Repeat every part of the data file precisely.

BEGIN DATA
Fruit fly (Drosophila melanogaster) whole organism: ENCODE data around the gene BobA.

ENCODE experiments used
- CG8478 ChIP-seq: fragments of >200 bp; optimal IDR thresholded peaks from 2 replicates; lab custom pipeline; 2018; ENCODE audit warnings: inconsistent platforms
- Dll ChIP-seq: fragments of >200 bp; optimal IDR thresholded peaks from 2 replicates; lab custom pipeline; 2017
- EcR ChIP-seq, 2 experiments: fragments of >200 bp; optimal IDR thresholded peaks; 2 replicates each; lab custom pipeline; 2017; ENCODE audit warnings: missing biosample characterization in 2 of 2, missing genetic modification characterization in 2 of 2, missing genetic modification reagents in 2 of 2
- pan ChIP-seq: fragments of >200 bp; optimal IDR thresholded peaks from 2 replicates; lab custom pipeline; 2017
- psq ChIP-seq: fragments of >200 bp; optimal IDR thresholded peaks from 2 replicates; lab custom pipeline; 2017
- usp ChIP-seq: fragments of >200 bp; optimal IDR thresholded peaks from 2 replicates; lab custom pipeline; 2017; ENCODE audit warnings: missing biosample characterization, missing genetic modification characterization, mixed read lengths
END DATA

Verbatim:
Fruit fly (Drosophila melanogaster) whole organism: ENCODE data around the gene BobA.

ENCODE experiments used
- CG8478 ChIP-seq: fragments of >200 bp; optimal IDR thresholded peaks from 2 replicates; lab custom pipeline; 2018; ENCODE audit warnings: inconsistent platforms
- Dll ChIP-seq: fragments of >200 bp; optimal IDR thresholded peaks from 2 replicates; lab custom pipeline; 2017
- EcR ChIP-seq, 2 experiments: fragments of >200 bp; optimal IDR thresholded peaks; 2 replicates each; lab custom pipeline; 2017; ENCODE audit warnings: missing biosample characterization in 2 of 2, missing genetic modification characterization in 2 of 2, missing genetic modification reagents in 2 of 2
- pan ChIP-seq: fragments of >200 bp; optimal IDR thresholded peaks from 2 replicates; lab custom pipeline; 2017
- psq ChIP-seq: fragments of >200 bp; optimal IDR thresholded peaks from 2 replicates; lab custom pipeline; 2017
- usp ChIP-seq: fragments of >200 bp; optimal IDR thresholded peaks from 2 replicates; lab custom pipeline; 2017; ENCODE audit warnings: missing biosample characterization, missing genetic modification characterization, mixed read lengths